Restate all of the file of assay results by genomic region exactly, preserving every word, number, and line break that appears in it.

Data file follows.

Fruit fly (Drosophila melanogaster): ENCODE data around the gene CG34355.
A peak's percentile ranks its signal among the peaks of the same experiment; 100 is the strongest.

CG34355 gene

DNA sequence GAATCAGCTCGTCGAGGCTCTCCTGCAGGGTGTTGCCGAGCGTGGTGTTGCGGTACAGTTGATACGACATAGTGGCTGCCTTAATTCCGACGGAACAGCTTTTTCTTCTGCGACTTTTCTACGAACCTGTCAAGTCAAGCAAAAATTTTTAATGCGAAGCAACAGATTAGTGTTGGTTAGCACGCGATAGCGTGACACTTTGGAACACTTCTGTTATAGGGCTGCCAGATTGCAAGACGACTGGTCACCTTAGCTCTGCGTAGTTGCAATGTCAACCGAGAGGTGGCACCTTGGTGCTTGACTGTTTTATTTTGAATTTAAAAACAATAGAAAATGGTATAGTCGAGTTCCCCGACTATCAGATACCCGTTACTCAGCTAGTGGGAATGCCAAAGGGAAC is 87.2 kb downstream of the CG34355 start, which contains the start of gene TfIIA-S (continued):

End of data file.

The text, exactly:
Fruit fly (Drosophila melanogaster): ENCODE data around the gene CG34355.
A peak's percentile ranks its signal among the peaks of the same experiment; 100 is the strongest.

CG34355 gene

DNA sequence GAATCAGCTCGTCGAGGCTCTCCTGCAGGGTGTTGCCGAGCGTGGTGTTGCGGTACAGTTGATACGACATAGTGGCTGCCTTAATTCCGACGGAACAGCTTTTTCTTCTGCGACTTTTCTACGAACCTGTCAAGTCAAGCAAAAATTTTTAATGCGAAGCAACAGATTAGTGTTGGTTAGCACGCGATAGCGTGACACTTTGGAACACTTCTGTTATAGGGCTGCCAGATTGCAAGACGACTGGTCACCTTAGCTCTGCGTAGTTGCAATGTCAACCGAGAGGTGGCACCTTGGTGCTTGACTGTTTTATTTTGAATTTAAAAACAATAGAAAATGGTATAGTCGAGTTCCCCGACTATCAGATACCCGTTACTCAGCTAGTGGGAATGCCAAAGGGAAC is 87.2 kb downstream of the CG34355 start, which contains the start of gene TfIIA-S (continued):